Collaborative Resources for
Learning Developmental Biology
Collaborative Resources for Learning Developmental Biology
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Direct Development in Frogs
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Richard Elinson

Additional Author(s): Eugenia M. del Pino

Published on SDB CoRe: Feb 27 2012

Organisms: Vertebrates
Endoderm-derived: Digestive (Gut) Tract
Extraembryonic: Extraembryonic Tissues
Evolutionary Developmental Biology: Developmental Modifications
Organism: Frog (not Xenopus)
Stage of Development: Embryo

Object Description

Many frogs have eliminated the tadpole from their life history—a process termed direct development.  That evolution enables these frogs to reproduce on land; they never have to go into the water.  Direct developers, like this Eleutherodactylus coqui from Puerto Rico, form limbs and frog-like heads early (a, b).  They do not develop tadpole structures, except for the tail which has been co-opted for respiration (c).  Embryos develop in jelly capsules on land (d), where they are brooded by their father.  They become tiny frogs (e), which hatch from their capsules after three weeks.  The large eggs (3.5mm) have a lot of yolk to compensate for the lack of feeding as a tadpole.  The yolk remains attached to the intestine (f) for use in the first few days after hatching, a sequence similar to chickens. The last panel (f) is a digestive tract dissected from a newly hatched froglet.  The yolk is a large white (kidney-shaped) mass attached to the small intestine (tube-like structures extending from both ends).  Two lobes of liver (pink) and the gall bladder (green sphere) lie between the yolk and the stomach (mass off the anterior end of the intestine).  WIREs Dev Biol. 2011. DOI: 10.1002/wdev.23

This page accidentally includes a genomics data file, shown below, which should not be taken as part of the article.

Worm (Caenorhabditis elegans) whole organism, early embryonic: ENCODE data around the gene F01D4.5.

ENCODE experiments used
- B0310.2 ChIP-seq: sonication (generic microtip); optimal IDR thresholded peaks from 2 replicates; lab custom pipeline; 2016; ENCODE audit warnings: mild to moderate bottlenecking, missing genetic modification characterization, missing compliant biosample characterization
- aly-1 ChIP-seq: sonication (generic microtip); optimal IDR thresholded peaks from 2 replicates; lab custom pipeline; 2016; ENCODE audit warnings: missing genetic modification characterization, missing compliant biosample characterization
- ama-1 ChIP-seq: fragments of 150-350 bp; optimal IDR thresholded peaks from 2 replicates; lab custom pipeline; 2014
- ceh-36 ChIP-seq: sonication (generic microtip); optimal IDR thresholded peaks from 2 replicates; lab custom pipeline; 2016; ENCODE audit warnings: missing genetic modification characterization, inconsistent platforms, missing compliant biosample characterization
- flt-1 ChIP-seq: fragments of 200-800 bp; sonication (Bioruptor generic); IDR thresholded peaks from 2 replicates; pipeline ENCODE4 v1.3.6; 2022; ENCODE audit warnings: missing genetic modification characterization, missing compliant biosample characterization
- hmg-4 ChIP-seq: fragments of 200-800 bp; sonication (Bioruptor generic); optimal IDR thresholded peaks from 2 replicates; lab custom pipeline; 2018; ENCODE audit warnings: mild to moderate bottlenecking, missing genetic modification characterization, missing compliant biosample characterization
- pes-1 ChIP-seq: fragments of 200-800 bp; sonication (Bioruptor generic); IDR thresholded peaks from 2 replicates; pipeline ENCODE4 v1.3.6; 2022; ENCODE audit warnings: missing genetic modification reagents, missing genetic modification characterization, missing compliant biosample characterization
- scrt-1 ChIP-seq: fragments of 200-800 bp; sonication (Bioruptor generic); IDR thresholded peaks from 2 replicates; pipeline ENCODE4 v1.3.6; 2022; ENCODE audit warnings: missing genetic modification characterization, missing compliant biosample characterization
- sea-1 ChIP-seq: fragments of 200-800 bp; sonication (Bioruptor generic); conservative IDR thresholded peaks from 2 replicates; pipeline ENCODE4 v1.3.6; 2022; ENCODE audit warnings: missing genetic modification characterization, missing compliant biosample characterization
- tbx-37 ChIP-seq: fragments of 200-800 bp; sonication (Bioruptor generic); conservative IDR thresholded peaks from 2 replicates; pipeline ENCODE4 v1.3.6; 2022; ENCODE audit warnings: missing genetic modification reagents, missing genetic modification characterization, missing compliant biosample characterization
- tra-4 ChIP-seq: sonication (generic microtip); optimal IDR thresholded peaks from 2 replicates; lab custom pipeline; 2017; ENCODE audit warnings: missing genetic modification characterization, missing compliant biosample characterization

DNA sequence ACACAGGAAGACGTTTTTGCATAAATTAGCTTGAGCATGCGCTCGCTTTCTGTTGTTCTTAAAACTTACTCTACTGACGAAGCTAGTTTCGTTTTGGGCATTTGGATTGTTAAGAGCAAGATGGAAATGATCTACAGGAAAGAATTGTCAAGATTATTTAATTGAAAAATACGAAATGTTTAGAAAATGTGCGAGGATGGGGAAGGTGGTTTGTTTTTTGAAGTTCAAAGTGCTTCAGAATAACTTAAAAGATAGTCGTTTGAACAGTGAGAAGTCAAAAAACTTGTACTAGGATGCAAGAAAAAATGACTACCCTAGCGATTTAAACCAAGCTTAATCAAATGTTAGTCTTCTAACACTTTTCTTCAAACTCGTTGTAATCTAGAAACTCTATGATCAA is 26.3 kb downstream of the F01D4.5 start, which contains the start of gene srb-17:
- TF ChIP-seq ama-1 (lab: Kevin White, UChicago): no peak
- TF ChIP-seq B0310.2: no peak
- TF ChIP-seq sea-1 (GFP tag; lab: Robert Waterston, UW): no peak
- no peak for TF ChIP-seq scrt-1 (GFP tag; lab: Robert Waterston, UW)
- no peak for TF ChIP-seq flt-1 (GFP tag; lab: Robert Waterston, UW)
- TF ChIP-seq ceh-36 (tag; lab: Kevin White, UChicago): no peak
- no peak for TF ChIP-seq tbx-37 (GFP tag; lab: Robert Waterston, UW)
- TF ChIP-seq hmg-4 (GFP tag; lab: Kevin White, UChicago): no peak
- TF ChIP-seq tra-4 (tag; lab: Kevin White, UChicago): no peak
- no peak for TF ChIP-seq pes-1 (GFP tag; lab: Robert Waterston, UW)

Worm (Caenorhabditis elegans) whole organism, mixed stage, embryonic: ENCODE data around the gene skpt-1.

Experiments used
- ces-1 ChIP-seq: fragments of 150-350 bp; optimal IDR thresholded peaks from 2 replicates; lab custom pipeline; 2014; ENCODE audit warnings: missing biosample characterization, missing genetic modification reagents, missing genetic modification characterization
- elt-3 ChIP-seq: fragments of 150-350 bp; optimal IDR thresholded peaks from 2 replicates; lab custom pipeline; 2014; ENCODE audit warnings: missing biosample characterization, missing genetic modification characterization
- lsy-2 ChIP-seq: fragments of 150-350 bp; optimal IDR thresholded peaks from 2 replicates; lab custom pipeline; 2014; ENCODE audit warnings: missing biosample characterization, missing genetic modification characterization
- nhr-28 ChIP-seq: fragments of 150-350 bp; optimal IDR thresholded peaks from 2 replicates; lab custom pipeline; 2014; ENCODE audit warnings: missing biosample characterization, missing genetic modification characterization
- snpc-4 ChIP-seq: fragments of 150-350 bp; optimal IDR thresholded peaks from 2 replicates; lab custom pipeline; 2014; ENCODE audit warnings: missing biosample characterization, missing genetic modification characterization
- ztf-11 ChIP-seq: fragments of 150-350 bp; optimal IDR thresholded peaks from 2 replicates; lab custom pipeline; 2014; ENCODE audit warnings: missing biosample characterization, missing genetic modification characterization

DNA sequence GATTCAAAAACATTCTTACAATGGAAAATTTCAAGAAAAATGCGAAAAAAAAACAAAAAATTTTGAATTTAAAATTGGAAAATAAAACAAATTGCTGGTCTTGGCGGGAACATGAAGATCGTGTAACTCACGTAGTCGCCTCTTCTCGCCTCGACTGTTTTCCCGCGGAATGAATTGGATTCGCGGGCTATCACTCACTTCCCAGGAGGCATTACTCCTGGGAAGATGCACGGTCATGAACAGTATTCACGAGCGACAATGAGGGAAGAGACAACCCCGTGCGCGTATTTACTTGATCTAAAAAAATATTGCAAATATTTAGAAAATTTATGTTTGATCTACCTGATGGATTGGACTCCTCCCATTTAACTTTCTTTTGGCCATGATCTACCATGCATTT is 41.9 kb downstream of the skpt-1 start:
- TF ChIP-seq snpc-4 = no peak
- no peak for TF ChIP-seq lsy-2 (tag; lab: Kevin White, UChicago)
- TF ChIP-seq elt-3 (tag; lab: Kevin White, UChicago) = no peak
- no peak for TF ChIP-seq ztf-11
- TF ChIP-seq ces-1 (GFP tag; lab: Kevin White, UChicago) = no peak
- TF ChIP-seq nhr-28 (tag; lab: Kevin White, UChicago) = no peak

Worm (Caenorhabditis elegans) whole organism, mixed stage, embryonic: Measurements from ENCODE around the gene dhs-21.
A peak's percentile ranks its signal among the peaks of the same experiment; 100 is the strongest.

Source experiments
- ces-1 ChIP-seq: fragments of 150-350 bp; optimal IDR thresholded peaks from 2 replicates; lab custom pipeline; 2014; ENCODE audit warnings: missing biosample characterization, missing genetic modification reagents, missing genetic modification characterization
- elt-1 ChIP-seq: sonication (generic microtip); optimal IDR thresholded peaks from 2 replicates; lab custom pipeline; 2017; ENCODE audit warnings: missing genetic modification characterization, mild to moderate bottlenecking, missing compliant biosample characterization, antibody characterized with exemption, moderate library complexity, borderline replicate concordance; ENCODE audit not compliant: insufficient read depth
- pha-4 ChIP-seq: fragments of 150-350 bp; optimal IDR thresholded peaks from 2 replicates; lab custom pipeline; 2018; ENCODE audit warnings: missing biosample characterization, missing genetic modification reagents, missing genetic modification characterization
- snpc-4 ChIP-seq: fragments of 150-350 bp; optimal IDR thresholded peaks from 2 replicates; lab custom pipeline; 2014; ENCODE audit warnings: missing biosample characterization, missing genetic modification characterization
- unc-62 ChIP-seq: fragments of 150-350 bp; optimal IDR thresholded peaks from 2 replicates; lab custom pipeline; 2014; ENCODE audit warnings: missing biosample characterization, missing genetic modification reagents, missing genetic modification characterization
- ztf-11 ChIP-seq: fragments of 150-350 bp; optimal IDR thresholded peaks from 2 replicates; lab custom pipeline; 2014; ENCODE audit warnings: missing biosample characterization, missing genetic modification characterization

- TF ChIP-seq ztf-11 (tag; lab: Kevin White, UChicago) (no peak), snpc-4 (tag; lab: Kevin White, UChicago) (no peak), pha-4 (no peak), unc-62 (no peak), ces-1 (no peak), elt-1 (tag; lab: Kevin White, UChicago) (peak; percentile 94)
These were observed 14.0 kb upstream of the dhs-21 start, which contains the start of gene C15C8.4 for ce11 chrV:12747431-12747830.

Elinson, R., del Pino, E.M. Developmental diversity of amphibians. WIREs Dev Biol, 2011, Published Online: Dec 15 2011

Elinson, R. Direct development: an alternative way to make a frog. Genesis, 2001, 29:91-95.

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